Images and new technologies

Cyberarts

Cyberarts or cyberart refers to the class of art produced with the help of computer software and hardware; often with an interactive or multimedia aspect. It can also refer to art produced through a process, any one of whose steps was influenced by such software or hardware.

This term is vague and relatively new; nevertheless much of the work described by this term is rarely described any other way. For instance, a common type of cyberart which is produced programmatically by applying a set of design rules to a natural or preexisting process. A program could produce a few million such ‘works of art’ in a minute.

CyberARTS is also a school program in Toronto that allows students to use digital media as a means to learn school material.

[http://en.wikipedia.org/wiki/Cyberarts]

Video art

Video art is a type of art which relies on moving pictures and comprises video and/or audio data. (It should not however be confused with television production or experimental film.) Video art came into existence during the late 1960s and early 1970s as the new technology became available outside corporate broadcasting and is still widely practiced and has given rise to the widespread use of video installations. Video art can take many forms: recordings that are broadcast, viewed in galleries or other venues, or distributed as video tapes or DVD discs; sculptural installations, which may incorporate one or more television sets or video monitors, displaying ‘live’ or recorded images and sound; and performances in which video representations are included.[1]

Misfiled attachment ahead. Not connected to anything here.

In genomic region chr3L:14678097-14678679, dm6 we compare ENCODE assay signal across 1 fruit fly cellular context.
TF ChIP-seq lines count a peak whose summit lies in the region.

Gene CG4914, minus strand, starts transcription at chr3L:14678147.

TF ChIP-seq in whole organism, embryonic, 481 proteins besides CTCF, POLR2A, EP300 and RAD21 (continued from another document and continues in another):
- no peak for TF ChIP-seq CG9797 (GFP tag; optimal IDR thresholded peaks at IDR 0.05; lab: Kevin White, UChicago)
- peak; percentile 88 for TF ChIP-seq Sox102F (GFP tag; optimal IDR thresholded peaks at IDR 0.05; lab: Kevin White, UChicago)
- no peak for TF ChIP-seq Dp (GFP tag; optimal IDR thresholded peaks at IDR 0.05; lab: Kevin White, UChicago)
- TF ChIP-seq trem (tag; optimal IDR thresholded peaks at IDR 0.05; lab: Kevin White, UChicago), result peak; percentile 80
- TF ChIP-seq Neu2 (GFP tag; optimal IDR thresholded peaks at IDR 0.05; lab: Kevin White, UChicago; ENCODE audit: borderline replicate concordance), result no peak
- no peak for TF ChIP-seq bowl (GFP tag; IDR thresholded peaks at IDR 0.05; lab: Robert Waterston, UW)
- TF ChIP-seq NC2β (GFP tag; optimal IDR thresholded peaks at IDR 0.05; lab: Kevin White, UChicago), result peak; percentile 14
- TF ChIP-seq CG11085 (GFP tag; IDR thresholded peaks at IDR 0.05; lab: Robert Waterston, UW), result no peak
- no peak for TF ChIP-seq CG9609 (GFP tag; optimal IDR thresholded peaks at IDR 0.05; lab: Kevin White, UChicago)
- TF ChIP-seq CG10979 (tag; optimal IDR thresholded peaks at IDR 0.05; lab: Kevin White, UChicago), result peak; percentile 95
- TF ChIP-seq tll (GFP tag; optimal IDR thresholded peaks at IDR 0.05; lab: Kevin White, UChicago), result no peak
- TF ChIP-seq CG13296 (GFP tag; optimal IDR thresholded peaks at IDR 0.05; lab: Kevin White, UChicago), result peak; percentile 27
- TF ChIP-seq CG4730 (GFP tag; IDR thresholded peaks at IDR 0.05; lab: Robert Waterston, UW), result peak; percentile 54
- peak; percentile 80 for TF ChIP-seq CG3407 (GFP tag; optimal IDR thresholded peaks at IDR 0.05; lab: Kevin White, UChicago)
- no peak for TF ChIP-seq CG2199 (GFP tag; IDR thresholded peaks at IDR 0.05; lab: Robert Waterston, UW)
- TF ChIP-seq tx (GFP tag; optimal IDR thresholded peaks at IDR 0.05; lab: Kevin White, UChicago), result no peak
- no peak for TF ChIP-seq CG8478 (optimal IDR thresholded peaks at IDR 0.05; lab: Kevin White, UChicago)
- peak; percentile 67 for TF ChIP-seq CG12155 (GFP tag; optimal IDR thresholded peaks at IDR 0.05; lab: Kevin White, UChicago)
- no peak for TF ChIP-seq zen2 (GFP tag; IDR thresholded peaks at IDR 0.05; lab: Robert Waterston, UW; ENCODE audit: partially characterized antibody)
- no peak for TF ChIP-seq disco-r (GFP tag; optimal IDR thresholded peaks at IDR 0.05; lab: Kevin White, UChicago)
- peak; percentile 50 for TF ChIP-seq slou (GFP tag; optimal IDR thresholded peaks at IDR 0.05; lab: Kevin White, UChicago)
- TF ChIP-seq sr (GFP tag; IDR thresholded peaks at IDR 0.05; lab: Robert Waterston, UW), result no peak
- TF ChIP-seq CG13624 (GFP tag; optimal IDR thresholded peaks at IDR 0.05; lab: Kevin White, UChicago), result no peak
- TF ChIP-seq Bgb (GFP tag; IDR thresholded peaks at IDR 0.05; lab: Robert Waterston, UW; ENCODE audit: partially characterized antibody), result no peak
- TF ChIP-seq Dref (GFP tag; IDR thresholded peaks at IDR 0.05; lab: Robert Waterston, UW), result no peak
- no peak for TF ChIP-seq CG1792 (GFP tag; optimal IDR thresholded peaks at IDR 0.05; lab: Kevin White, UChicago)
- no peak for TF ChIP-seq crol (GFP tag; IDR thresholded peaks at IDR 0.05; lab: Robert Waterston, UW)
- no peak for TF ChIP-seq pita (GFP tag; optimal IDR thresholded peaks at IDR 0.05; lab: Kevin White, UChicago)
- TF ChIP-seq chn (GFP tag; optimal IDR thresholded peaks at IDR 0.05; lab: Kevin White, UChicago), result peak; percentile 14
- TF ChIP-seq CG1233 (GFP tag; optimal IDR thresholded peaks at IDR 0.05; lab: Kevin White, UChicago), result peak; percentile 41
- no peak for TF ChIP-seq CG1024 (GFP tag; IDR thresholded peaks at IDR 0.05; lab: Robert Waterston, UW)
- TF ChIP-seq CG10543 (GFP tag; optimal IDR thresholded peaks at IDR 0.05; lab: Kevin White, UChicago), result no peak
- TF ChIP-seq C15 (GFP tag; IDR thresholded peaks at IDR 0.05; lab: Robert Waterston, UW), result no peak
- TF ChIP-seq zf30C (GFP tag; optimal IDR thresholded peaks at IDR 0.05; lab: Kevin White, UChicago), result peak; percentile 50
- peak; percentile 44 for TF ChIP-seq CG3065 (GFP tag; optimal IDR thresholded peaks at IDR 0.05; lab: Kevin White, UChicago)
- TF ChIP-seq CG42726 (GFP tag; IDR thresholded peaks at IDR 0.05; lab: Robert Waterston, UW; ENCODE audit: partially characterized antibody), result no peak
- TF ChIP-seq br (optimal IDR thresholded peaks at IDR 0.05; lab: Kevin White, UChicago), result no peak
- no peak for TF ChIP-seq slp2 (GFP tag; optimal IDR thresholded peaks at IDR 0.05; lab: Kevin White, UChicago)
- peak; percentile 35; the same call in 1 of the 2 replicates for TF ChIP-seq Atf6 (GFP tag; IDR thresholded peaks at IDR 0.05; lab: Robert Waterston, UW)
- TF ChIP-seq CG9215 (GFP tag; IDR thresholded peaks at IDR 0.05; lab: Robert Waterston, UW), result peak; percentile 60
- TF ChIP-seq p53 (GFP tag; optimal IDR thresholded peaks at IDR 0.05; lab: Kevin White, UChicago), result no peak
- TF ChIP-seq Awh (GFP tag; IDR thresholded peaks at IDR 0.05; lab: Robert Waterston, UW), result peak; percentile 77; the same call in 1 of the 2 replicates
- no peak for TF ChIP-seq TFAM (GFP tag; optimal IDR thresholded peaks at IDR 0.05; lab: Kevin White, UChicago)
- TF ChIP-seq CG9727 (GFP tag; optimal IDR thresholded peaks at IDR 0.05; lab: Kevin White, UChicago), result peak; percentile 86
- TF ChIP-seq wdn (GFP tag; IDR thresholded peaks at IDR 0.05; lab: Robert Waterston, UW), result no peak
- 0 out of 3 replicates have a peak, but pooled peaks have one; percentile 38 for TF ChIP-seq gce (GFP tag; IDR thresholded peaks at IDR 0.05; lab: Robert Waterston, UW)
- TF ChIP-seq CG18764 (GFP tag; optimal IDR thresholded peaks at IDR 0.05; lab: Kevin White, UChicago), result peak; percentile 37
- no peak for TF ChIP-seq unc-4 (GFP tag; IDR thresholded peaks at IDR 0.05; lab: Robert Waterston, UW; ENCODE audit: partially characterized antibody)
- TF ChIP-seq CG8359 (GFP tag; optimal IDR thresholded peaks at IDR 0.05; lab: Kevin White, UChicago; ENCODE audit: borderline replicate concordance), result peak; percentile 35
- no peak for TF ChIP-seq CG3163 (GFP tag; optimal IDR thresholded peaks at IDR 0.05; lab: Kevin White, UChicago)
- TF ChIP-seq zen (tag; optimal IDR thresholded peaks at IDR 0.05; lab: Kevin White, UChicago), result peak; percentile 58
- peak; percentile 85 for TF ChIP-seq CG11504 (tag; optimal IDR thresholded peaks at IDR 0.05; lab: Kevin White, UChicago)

Bill Viola (born January 25, 1951) is a contemporary video artist. He is considered a leading figure in the generation of artists whose artistic expression depends upon electronic, sound, and image technology in New Media.[1] His works focus on the ideas behind fundamental human experiences such as birth, death and aspects of consciousness.[2]

[http://en.wikipedia.org/wiki/Bill_Viola]

Laser Images

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